Explosive closer Unknown puts spotlight on German capital
For its closing film, the 61st Berlin Film Festival chose a boisterous thriller which, despite its American tone and register, is both a combination of European talents and a homage to the German capital. Unknown [+see also:
film profile], by Catalan director Jaume Collet-Serra (who regularly helms international co-productions) is an adaptation with Hitchcockian overtones of French Goncourt prize-winner Didier van Cauwelaert’s novel "Out of My Head". Co-produced by France’s StudioCanal, Germany’s Babelsberg Film and the UK’s Dark Castle Entertainment, it features an impressive host of European stars.
In the film, Irish actor Liam Neeson plays American botanist Martin Harris, who arrives in snow-covered Berlin with his model wife (blonde Mad Men star January Jones) for a summit conference where he expects to meet Professor Bressler (Sebastian Koch, the East German playwright in The Lives of Others [+see also:
interview: Florian Henckel von Donners…
interview: Ulrich Muehe
He has only just got into the taxi driven by Gina, a resourceful Bosnian illegal immigrant (Diane Kruger), when a dramatic accident plunges him into a coma. He awakens in a state of confusion that turns into a paranoid nightmare when nobody, not even his wife, believes he is Martin Harris, to the point where he himself has doubts.
He carries out a desperate investigation into his identity, with the help of Gina and a former Stasi officer who is as good-natured as he is infallible (played by a superb Bruno Ganz). This investigation soon becomes a nail-biting, headlong race, in international spy film mode, as his life and name seem to be at the centre of a sophisticated plot whose agents are more than sinister-looking (among them, razor-sharp-featured Croatian actor Stipe Erceg plays a killer impossible to shake off).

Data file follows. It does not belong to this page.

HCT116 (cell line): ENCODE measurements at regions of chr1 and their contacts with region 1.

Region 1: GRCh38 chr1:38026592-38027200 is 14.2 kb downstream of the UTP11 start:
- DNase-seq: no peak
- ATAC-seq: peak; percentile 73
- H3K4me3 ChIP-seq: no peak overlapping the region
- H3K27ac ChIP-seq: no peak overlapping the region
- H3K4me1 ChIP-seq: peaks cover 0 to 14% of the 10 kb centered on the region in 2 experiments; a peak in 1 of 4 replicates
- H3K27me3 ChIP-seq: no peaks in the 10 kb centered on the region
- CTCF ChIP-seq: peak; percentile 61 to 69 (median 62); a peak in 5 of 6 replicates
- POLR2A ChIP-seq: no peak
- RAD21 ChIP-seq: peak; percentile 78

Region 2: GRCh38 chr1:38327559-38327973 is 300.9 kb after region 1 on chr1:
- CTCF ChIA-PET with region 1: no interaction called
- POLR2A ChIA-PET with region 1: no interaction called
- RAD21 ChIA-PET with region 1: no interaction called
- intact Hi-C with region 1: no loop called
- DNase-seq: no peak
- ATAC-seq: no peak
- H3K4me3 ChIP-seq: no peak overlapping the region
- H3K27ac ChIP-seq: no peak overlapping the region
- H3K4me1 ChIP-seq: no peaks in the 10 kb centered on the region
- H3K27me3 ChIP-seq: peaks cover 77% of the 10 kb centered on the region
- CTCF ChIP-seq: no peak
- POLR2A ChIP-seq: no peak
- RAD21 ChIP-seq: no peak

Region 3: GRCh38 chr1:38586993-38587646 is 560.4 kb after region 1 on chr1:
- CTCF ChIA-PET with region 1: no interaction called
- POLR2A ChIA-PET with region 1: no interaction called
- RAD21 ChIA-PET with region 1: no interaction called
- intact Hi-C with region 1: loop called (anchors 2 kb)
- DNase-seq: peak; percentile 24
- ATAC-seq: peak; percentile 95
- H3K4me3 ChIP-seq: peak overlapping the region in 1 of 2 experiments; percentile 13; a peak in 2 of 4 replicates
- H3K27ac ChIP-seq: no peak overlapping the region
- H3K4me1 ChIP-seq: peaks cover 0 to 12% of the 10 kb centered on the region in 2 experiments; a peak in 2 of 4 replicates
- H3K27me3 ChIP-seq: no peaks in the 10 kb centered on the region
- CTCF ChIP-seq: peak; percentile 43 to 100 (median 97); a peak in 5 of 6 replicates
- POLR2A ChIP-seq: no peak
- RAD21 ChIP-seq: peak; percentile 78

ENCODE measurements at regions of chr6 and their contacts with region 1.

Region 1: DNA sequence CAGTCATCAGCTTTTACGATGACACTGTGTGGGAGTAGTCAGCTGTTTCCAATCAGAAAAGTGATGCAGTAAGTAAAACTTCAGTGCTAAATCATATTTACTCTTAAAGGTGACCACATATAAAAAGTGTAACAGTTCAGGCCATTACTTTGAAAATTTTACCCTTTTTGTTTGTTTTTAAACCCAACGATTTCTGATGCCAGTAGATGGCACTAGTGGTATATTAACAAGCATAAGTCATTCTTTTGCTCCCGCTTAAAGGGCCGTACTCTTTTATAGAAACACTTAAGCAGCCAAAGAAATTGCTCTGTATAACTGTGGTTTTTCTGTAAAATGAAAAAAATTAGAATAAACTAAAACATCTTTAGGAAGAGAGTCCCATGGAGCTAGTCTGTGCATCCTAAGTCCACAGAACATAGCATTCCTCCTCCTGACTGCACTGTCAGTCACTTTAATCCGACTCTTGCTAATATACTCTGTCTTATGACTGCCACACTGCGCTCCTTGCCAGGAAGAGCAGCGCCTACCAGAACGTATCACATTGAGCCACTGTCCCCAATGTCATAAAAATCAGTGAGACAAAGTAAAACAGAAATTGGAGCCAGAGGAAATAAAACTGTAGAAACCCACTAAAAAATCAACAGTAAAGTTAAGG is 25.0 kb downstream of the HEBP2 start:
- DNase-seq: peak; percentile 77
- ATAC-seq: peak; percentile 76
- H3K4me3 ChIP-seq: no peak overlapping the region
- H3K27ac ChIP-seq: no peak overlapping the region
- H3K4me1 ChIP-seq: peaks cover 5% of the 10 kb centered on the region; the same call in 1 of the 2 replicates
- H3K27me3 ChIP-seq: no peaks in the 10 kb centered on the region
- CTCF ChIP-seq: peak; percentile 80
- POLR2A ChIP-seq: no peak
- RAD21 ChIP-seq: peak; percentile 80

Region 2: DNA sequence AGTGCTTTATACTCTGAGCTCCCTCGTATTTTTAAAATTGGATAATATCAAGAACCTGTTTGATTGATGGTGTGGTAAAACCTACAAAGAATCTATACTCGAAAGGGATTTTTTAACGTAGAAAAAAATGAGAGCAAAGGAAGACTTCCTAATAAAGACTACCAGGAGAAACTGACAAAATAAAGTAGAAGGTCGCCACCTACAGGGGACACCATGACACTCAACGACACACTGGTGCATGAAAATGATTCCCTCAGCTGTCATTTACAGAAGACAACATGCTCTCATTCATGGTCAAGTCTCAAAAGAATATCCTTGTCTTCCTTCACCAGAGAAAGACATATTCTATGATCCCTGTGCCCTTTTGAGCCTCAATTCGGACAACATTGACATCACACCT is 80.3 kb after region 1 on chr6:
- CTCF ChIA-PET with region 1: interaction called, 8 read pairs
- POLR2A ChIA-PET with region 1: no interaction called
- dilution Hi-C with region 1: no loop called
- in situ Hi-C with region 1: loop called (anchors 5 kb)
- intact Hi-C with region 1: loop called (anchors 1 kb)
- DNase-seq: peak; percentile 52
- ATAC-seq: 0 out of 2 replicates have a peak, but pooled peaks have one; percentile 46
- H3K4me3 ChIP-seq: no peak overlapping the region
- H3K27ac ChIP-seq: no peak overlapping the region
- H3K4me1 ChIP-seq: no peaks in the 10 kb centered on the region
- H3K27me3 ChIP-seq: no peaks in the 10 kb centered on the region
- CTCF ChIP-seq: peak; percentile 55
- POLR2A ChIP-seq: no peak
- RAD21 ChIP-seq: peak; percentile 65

While its premise – memory loss and identity disorientation – seems to put the film in the psychological thriller category, the scale and fierceness of the conspiracy thrust it unceremoniously but successfully into highly-charged action film territory, where we never know who to trust. Speeded up by the constant impression of a countdown, the film is full of frantic car chases on Berlin’s icy main roads, poisons and modern gadgets, innocent people who get bumped off and dramatic twists.
At the same time, the film gives pride of place to Berlin, a protagonist in its own right which we see (unlike the very clear-cut characters) in all its facets, from luxury hotels, large avenues, airports and train stations, to subway corridors and nightclub strobes. Judged as an action film (as it should be, for it has no other pretensions), Unknown is an exciting finishing piece that delighted festival-goers.
(Translated from French)
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